High Court visits waiver of privilege by inadvertent disclosure
The inadvertent disclosure of privileged documents can be expected more often as courts pressure lawyers to move large commercial cases quickly to trial. In its first consideration of the problems resulting from inadvertent disclosure, the High Court has emphasised modern case management principles and obligations, and rejected an approach of applying equitable doctrines of confidentiality.
In a proceeding in the District Court of NSW, the parties exchanged lists of documents and disks pursuant to an order for general discovery. The appellants’ (ERA parties) discovery process involved reviewers combing an electronic database of some 60,000 documents and tagging each document for relevance and privilege: . After the exchange, Norton Rose Australia, solicitors for the ERA parties, claimed that a number of documents had been inadvertently disclosed contrary to its clients’ instructions, and that the documents were the subject of a claim for legal professional privilege: .
Marque Lawyers, solicitors for the Armstrong parties, declined to return the documents or give an undertaking not to use them. The Armstrong parties accepted that the disclosure had been inadvertent, but asserted that privilege had been waived: . The ERA parties commenced a proceeding in the Supreme Court for injunctions and other relief.
Earlier approaches to inadvertent disclosure
Before the High Court’s decision, three approaches were discernible in judicial decisions on the problem of inadvertent disclosure.
In all cases, it was relevant to determine whether privilege had in fact been waived by the inadvertent disclosure.
In some cases, courts explored a disciplinary dimension to the use of documents disclosed inadvertently. They considered whether by reason of the use made of the documents in breach of equitable or other duties, lawyers should be restrained from acting in the proceeding in the exercise of courts’ supervisory jurisdiction: See GT Corporation Pty Ltd v Amare Safety Pty Ltd  VSC 123; Kallinicos v Hunt (2005) 64 NSWLR 561, 582-583 (Brereton J); H Stanke & Sons Pty Ltd v Von Stanke  SASC 308,  (White J).
In a number of cases, the equitable doctrine of breach of confidence was explored as a basis for orders restraining use of inadvertently disclosed material. This was the approach taken by the NSW Court of Appeal: Armstrong Strategic Management v Expense Reduction Analysts  NSWCA 430.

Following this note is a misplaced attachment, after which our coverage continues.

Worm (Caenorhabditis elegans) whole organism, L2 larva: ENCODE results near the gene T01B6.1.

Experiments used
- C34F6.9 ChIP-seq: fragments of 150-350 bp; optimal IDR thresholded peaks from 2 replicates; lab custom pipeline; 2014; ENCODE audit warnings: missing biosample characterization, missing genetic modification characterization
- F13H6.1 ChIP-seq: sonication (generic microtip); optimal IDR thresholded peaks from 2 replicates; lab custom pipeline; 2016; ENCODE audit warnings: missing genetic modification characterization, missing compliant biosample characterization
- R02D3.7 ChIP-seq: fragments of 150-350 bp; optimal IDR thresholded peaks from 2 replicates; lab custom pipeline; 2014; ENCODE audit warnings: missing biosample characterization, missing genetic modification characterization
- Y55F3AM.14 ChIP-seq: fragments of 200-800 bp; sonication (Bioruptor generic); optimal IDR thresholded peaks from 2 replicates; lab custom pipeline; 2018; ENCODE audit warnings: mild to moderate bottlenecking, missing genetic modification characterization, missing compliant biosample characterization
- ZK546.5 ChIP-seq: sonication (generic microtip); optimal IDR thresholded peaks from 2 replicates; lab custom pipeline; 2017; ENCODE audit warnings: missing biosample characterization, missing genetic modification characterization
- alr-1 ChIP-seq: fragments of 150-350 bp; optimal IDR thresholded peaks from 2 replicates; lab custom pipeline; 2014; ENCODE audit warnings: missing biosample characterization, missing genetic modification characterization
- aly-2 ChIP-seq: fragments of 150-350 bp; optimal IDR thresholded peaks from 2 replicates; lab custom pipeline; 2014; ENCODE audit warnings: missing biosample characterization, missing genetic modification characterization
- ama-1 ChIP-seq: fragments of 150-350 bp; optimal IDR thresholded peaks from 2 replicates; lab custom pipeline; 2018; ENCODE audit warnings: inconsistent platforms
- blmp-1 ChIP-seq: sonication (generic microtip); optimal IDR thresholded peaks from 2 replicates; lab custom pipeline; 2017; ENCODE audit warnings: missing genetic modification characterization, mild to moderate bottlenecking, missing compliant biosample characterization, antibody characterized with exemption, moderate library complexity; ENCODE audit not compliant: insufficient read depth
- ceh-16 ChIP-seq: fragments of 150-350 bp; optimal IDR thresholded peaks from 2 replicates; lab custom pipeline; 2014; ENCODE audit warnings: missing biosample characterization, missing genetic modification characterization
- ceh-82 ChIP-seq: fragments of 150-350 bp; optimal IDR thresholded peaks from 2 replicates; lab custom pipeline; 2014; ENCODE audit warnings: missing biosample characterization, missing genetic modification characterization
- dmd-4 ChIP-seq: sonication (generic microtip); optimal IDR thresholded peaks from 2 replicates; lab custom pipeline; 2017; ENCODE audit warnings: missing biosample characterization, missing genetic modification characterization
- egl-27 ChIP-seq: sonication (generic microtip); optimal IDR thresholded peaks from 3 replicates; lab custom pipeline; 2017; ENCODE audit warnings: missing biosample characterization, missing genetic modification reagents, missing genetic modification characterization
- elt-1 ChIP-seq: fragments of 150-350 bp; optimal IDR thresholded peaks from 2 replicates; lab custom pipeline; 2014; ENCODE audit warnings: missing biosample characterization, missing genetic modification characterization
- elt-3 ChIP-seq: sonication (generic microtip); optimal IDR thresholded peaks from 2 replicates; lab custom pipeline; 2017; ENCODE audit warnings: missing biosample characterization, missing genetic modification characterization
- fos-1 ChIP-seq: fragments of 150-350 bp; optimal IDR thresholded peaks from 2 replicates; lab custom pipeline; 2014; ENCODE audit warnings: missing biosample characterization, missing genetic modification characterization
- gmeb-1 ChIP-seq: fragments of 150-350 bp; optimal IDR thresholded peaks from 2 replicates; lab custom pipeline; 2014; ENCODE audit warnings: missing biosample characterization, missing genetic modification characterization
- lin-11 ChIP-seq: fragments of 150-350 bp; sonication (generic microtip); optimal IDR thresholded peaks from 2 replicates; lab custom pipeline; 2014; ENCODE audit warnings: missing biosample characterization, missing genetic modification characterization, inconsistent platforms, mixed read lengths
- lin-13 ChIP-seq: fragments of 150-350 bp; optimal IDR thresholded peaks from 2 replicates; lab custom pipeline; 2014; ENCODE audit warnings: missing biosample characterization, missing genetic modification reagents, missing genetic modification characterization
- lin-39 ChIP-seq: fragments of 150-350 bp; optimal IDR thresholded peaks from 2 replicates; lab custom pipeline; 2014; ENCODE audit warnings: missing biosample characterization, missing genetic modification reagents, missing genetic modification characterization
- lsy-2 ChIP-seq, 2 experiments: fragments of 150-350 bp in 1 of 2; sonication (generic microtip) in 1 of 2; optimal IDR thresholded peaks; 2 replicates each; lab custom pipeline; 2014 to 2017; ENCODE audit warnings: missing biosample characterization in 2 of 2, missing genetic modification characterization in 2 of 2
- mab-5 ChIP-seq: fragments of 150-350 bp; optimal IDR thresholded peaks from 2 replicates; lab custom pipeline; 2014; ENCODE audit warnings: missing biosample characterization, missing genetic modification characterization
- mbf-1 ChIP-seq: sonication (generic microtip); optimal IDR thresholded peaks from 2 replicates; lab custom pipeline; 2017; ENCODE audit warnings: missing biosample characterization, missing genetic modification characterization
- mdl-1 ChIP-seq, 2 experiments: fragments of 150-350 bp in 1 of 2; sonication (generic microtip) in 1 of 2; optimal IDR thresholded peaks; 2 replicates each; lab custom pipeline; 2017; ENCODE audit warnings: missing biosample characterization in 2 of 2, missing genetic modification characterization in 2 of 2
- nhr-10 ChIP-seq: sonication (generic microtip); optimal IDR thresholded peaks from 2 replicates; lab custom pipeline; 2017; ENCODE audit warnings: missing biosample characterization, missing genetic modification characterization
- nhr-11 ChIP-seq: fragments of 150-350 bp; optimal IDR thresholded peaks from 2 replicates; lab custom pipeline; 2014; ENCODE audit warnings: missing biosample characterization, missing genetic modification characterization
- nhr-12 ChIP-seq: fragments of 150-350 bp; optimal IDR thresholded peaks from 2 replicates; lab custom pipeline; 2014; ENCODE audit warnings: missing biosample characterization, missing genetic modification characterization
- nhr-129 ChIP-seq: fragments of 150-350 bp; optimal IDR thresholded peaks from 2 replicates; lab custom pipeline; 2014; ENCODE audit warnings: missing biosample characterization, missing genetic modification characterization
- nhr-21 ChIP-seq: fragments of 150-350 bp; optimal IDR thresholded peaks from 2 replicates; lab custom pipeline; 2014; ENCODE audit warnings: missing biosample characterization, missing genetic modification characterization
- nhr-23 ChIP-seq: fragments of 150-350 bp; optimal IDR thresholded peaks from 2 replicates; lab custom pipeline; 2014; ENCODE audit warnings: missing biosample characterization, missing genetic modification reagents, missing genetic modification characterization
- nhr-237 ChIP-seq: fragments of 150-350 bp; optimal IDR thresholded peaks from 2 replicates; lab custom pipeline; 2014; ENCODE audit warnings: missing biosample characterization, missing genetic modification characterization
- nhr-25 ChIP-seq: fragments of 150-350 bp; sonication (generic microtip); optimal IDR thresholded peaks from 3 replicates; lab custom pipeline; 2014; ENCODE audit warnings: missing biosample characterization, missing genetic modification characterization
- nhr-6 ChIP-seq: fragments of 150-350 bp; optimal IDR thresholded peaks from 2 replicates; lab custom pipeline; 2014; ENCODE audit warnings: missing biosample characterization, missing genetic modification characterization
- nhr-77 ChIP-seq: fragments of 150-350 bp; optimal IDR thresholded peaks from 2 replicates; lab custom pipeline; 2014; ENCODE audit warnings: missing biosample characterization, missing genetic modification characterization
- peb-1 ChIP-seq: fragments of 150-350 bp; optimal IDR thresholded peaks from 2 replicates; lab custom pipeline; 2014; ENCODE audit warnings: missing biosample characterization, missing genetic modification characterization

Approach taken in the High Court
The High Court’s principal emphasis was on the case management dimensions of the case.
In a unanimous judgment it found that there had been no waiver. Waiver, it said, is a matter of the conduct of the person said to have waived: . This was no more than an application of principle laid down in the Court’s earlier judgments on waiver of legal professional privilege: see Mann v Carnell  HCA 66 at ; Osland v Sectretary, Department of Justice  HCA 37 at  and see s 122(2) of the uniform Evidence Acts. The list of documents indicated a mistake or confusion about the position taken by the ERA parties: .
The Court said that inadvertent disclosure should not often lead to waiver. Discovery required abrogation of a litigant’s right to keep documents confidential, but only to the extent necessary to achieve justice: . It was not intended to affect a person’s entitlement to maintain the confidentiality of documents: . So where a privileged document was inadvertently disclosed, the court ‘should ordinarily permit the correction of that mistake and order the return of the document, if the party receiving the document refuse[d] to do so’: .
A feature of the judgment is the Court’s rebuke of the parties for allowing the dispute over the documents to get so large. Action in the equitable jurisdiction of the Supreme Court, it said, was unnecessary – that Court had the inherent power to deal with the correction of the disclosing party’s mistake: . In large commercial cases, it said, mistakes in discovery are now more likely to occur . The Supreme Court should promptly have made orders amending the list of documents and for the return of the disks to enable the privileged documents to be deleted: . As to the disciplinary dimension, the High Court observed it should not be necessary to tell solicitors they are promptly to notify the other side if they receive by inadvertent disclosure documents known or reasonably suspected to be confidential: .
The High Court clearly took a dim view of the proportions the dispute over the disclosed documents had assumed in the matter before it. Modern case management principles, (such as those found in the Civil Procedure Act 2005 (NSW) (CPA) and its equivalents in other jurisdictions) require parties to get quickly and with the minimum of expense to the resolution of the real issues in dispute: . Satellite litigation, the Court said, was ‘the very kind of conduct which should be avoided if [the purposes of the CPA] are to be achieved’: .
Considerations of case management and doing justice were not in tension with each other. The terms of the Civil Procedure Act, the Court said, ‘assume that its purpose, to a large extent, will coincide with the dictates of justice’: . The correct approach to interlocutory proceedings is to have regard to the wider objects of the administration of justice: .
Other features relevant to discovery
The High Court’s judgment appears to approve a practical approach to discovery. It observed that parties ought to be able to rely on discovery and that every reasonable effort should be taken to ensure the accuracy of verified lists of documents: . But the High Court’s approach accepts that mistakes will happen. The Court did not criticise the process of discovery followed by Norton Rose – which involved the use of relatively inexperienced reviewers and in which mistakes admittedly occurred. Rather, it referred to it as ‘a careful process of discovery’: .